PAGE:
At around 2:00 p.m. on May 17, 2016, Ryan Haase and Nick Bird met with plaintiff in a private room to discuss the written warning. Plaintiff refused to sign the report because she believed it contained false information, including the amount of talk-time she had accrued. Plaintiff claims that she repeatedly received good feedback from management about her performance at work. Plaintiff claims that her preterm labor and contractions started because of the meeting and that she told Mr. Haase and Mr. Bird about her condition. She claims they responded that the meeting would only take a minute. Plaintiff left the meeting for a pre-scheduled and approved pregnancy-related doctor's appointment, at which her doctor put her on bed rest.

         After the meeting, both Mr. Haase and Mr. Bird reported that plaintiff said the report was “bullshit” multiple times during the meeting. Plaintiff claims that the memoranda allegedly submitted by Mr. Haase and Mr. Bird were drafted by Emily Eagan, defendant's human resources VP.

         According to defendant's written policies, signed by plaintiff, insubordination or disrespectful conduct are grounds for immediate termination of an employee's employment. Defendant claims that after the 2:00 p.m. meeting, before plaintiff's doctor placed her on bed rest, human resources had decided to terminate plaintiff's employment based on her insubordinate and disrespectful behavior. Ms. Eagan e-mailed Mr. Haase, Mr. Bird, Mr. Heredia, Ms. Vilarreal, and Mr. Goode on May 17, 2016 at 3:17 p.m. asking for Mr. Haase and Mr. Bird's “very detailed, accurate, description of what happened in the meeting today with Deanna.” (Doc. 51-15.) The e-mail stated that “We will be discharging her IF she returns to work tomorrow due to her insubordination. It's pretty apparent that she intended to end her employment. I will plan on being down at TAFS tomorrow before 8am so we can terminate her employment.” (Id.)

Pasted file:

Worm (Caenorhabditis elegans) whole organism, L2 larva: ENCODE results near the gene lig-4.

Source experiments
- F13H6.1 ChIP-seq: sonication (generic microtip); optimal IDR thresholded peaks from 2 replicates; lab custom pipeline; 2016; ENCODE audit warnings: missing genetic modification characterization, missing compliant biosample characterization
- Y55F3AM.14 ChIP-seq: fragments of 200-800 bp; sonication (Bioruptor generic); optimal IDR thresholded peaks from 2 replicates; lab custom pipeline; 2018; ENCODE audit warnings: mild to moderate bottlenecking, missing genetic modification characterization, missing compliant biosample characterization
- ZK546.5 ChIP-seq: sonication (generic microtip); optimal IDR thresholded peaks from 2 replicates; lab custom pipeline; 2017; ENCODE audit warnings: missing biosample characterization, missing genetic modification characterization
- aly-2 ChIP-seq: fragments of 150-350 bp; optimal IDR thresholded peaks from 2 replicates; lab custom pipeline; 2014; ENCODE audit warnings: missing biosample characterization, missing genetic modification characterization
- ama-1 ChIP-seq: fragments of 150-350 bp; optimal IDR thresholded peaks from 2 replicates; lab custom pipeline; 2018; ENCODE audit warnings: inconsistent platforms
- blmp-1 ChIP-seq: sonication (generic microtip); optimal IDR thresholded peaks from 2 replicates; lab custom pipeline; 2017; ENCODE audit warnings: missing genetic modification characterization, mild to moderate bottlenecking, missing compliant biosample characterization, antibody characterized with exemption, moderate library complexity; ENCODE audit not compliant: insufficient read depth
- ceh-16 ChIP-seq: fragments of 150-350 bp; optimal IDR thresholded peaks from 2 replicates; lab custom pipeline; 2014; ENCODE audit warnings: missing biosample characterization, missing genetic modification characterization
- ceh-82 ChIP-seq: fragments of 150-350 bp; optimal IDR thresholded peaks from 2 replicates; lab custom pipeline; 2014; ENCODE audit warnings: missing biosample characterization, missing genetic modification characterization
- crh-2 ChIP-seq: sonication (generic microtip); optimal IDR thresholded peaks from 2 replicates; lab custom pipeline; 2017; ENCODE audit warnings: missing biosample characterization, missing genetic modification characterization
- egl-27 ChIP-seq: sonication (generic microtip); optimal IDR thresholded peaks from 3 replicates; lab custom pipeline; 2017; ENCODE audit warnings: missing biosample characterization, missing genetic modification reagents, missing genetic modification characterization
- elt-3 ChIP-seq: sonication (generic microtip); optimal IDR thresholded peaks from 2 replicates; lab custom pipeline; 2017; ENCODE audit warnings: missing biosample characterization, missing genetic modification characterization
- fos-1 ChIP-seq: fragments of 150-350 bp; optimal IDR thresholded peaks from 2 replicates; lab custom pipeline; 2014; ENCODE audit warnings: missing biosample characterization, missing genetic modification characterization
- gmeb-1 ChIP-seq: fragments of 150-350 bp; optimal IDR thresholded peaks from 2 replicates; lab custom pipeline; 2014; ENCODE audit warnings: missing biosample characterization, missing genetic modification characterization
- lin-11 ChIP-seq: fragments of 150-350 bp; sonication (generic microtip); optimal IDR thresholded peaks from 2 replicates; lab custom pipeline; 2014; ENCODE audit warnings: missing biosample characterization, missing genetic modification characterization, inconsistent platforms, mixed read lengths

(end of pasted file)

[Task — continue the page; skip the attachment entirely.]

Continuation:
Plaintiff claims this decision was made after plaintiff texted Mr. Haase on May 18, 2016, to inform him that she had been placed on bed rest. Mr. Haase responded to plaintiff's text, as dictated by Ms. Eagan, “FYI - After our meeting yesterday, we considered your employment to be terminated. You will be receiving a letter from HR.” (Doc. 58-8.)

         II. Summary Judgment Standard